Finally, I will add that no, I am not suggesting that people should just start walking around willy-nilly in streets that are engineered for cars. But where such activity is so common as to pose a practical problem, for example in some college towns and dense urban cores, the solution should be found in reengineering the street, not targeting people walking in streets with cars or legal punishment.

Posted by: Greg Shill | Aug 15, 2017 7:23:11 PM

I wonder if the immunity of drivers, at least as long as they aren't drunk, will shift when self cars become a significant fraction of cars. My guess is that part of the reason killer drivers get away with so much is that many of the people in the slice of society that gets to decide things can imagine themselves hitting a pedestrian while they couldn't imagine, say getting into a domestic dispute and shooting their partner.

Posted by: brad | Aug 15, 2017 7:44:15 PM

The traffic law is no more or less constitutional than a law that allowed people to murder racial minorities - and only racial minorities - with impunity. That's the proper analogy, not hate crime laws or the Son of Sam law.

Posted by: Doug | Aug 15, 2017 9:35:38 PM

Fox News apparently had posted a video of various drivers driving their cars through crowds of protesters. http://money.cnn.com/2017/08/15/media/daily-caller-fox-news-video-car-crashing-liberal-protesters/index.html

Posted by: Matthew Bruckner | Aug 16, 2017 8:41:22 AM

Stripped of its loaded language ("killbox"), Greg Shill's comment is not very persuasive. That someone who unlawfully obstructs a public roadway risks adverse consequences is undeniable. There's no moral judgment there; it's just a fact - playing in the street is dangerous. However streets may have been used in the past, in the present they serve as thoroughfares for large, fast motor vehicles.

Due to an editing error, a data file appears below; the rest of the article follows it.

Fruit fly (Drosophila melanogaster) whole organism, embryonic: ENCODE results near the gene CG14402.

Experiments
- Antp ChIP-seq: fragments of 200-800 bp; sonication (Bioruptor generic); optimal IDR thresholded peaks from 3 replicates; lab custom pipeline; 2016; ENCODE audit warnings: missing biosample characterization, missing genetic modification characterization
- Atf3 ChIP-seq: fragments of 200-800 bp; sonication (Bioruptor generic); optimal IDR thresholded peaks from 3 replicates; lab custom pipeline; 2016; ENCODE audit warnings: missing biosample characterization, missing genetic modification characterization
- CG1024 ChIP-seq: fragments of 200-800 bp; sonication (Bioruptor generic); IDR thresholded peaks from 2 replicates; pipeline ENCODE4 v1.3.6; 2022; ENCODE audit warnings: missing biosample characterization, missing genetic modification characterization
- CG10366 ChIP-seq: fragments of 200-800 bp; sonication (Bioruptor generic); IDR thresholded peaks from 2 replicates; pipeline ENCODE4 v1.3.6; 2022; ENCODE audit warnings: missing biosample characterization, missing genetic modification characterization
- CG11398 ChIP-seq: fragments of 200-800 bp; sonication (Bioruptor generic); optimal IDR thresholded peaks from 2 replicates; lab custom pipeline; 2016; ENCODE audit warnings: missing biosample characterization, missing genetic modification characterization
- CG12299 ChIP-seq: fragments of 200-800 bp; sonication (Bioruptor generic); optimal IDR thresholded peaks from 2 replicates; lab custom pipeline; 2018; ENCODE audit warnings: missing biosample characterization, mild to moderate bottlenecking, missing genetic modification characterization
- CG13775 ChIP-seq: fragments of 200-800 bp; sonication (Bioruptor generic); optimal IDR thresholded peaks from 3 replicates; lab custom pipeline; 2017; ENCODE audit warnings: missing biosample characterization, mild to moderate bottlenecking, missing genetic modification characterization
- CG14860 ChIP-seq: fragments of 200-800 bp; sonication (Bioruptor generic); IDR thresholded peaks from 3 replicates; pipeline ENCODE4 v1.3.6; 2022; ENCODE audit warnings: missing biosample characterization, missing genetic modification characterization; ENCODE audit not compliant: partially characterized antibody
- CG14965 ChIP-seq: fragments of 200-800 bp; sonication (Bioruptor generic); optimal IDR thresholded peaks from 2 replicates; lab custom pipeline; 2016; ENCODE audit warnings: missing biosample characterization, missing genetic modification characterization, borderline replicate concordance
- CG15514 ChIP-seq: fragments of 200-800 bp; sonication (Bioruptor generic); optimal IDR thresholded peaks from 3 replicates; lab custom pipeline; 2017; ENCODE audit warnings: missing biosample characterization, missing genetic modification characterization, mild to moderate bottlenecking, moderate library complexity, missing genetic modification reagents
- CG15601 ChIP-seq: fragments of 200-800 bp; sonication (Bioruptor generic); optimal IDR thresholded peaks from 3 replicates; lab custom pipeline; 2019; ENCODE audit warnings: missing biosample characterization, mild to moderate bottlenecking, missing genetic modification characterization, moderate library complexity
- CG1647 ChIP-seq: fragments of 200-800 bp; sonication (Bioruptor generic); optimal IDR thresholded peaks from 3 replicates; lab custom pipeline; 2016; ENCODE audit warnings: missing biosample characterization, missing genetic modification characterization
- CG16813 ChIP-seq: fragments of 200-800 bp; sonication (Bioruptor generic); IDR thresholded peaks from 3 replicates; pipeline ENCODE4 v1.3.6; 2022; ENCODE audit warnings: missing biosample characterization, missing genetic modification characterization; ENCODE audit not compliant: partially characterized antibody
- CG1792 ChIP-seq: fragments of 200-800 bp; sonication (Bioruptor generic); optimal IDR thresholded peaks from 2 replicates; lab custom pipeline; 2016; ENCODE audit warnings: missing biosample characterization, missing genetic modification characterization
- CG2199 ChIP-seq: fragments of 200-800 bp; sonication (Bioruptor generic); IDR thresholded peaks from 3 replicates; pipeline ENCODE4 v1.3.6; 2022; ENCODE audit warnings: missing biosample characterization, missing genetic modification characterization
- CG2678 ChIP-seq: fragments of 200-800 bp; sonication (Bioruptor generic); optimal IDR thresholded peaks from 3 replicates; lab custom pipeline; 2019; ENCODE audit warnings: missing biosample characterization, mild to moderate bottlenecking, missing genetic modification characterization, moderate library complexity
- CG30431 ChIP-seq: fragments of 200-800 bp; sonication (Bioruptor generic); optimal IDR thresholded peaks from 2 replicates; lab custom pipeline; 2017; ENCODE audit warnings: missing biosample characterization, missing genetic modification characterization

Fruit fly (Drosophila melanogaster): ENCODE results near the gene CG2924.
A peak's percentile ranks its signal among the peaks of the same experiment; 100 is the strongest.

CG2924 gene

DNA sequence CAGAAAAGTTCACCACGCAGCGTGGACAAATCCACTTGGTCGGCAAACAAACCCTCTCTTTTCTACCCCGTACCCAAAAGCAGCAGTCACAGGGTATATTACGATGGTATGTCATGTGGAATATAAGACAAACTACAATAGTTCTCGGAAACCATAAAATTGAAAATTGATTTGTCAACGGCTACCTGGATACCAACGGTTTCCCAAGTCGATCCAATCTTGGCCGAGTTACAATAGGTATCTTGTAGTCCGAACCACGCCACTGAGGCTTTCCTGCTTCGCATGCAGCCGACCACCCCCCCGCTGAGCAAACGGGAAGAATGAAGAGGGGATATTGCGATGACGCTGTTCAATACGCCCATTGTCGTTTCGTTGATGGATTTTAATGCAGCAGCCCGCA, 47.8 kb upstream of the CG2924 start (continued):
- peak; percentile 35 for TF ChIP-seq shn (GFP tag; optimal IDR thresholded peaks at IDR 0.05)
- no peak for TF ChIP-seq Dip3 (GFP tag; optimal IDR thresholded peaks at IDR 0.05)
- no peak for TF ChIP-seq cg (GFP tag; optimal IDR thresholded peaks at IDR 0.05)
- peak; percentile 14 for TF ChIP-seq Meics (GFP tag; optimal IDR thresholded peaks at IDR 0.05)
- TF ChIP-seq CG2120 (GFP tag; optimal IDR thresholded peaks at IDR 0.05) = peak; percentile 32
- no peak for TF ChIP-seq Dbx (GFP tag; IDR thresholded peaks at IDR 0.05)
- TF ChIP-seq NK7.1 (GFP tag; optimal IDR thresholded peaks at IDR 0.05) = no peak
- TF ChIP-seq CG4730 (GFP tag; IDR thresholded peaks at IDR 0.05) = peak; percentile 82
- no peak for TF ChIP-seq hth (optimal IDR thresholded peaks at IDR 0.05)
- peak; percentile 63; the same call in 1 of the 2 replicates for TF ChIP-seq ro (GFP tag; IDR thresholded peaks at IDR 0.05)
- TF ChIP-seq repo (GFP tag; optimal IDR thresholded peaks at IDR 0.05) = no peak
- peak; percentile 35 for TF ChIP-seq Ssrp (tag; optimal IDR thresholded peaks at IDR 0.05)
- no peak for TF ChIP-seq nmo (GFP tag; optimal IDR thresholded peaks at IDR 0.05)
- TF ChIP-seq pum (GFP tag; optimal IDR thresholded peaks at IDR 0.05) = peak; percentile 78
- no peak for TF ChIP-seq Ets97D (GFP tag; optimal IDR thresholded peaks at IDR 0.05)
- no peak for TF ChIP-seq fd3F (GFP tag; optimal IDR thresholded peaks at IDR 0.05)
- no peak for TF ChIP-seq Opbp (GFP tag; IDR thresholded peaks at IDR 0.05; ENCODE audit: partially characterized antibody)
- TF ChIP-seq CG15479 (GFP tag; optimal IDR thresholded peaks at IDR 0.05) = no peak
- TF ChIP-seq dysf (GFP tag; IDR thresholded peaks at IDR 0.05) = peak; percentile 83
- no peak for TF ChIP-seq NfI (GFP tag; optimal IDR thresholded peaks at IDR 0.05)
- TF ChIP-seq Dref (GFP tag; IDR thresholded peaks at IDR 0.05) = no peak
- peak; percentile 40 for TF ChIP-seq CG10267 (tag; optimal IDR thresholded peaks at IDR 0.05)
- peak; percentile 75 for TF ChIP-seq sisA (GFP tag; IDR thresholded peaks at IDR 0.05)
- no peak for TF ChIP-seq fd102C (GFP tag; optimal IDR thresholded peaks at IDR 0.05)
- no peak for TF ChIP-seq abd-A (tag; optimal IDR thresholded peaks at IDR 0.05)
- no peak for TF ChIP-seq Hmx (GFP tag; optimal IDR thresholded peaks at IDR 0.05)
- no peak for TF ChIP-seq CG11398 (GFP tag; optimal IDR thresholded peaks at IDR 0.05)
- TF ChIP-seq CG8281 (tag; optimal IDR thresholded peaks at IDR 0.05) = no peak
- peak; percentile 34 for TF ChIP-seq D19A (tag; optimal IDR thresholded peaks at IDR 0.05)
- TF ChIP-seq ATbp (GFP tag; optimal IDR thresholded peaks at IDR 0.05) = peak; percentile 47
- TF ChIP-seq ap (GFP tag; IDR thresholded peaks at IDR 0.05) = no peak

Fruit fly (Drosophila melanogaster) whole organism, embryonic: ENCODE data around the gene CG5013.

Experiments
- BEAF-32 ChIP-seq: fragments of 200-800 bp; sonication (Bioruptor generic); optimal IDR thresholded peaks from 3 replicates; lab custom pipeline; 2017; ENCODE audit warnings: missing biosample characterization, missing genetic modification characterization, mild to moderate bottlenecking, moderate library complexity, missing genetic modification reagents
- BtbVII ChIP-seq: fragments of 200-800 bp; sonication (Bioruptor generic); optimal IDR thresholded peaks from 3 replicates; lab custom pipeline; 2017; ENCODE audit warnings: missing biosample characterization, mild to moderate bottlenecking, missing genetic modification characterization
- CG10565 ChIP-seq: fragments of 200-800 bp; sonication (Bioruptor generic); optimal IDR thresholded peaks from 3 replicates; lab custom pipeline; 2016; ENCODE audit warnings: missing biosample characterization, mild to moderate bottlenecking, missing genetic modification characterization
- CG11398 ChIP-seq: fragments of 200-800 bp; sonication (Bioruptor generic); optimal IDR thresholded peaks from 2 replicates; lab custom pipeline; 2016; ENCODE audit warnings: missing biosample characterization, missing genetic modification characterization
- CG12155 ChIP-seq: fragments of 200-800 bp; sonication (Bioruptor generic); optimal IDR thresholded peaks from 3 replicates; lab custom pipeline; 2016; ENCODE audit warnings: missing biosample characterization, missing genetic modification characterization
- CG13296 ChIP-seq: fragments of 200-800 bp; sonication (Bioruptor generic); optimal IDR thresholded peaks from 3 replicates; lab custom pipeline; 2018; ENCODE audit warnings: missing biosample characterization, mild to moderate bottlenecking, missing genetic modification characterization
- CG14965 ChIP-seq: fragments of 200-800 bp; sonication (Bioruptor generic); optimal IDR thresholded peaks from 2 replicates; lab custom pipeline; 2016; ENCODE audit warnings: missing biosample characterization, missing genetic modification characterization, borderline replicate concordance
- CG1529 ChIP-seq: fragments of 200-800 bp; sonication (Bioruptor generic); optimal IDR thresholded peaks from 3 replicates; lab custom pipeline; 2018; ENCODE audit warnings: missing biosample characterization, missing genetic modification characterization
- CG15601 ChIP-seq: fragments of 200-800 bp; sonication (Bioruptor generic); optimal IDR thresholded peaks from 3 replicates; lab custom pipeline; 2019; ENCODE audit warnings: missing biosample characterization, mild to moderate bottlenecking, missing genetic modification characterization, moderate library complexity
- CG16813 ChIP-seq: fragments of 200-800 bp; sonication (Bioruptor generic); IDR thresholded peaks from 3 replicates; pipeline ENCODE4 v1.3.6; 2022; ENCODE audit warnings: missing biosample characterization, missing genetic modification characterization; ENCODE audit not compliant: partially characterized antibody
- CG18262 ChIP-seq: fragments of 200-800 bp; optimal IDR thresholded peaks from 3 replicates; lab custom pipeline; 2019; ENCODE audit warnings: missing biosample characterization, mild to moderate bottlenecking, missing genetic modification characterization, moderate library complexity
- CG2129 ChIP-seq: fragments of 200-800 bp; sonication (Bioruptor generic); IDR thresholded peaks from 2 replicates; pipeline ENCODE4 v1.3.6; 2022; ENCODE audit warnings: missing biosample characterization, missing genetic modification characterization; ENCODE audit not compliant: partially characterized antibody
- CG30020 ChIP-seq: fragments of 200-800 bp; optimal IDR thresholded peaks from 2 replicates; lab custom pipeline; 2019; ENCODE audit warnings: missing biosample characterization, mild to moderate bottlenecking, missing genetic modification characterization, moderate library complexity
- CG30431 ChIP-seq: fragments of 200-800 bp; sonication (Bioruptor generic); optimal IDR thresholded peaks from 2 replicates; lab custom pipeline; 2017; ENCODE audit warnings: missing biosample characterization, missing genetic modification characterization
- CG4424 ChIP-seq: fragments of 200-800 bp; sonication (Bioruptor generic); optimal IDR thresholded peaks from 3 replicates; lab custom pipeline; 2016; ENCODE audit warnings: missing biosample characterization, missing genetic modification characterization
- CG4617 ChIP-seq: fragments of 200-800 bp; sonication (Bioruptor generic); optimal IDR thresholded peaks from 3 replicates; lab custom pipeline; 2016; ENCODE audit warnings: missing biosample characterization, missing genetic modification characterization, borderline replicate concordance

But that's not the only risk underlying proposed immunity for drivers. Unlawful street protests may become violent (and may be more prone to be so than protests run and attended by the kind of law-abiding folk who seek permits and use cordoned off areas or routes). Underlying the proposal is a moral judgment that the law should not place drivers in the position of Reginald Denny. This seems like a valid consideration even if immunity is a bad idea on a whole (and I am not sure it is).

Posted by: Curmudgeonly Ex-Clerk | Aug 16, 2017 10:26:10 AM

"Underlying the proposal is a moral judgment that the law should not place drivers in the position of Reginald Denny"

Strip loaded language, toss some in.

The thing about the immunity is that it is such a broad rule for what is a "misdemeanor" that involves such things like "interfering" with street traffic. That sounds like it includes relatively minor things and in response if someone is killed, you get immunity?

"Unintentionally" would include not taking due care while driving and hitting someone. You did not "intentionally" hit the person. But, a bit more minimum care, even if you were aware let's say kids normally play in the streets etc., might have prevented someone dying.

This sort of strict liability is dubious as a moral rule in general, I think, it is more so here. There should be more nuance here. The fact "unlawful" protests might be violent is duly noted. They might also be perfectly peaceful -- non-violence resistance is common thing, and it includes blocking places, including streets. If people won't have the ability to get civil damages for negligent drivers, there might be more problems, not less. This is so particularly since along the edges, intent might not be able to be shown.

Posted by: Joe | Aug 18, 2017 6:11:34 PM

Joe, I don't think you know what loaded language is; reference to a fact pattern that actually happened isn't. I can understand why you want to pretend otherwise though.

Posted by: Curmudgeonly Ex-Clerk | Aug 20, 2017 7:11:51 PM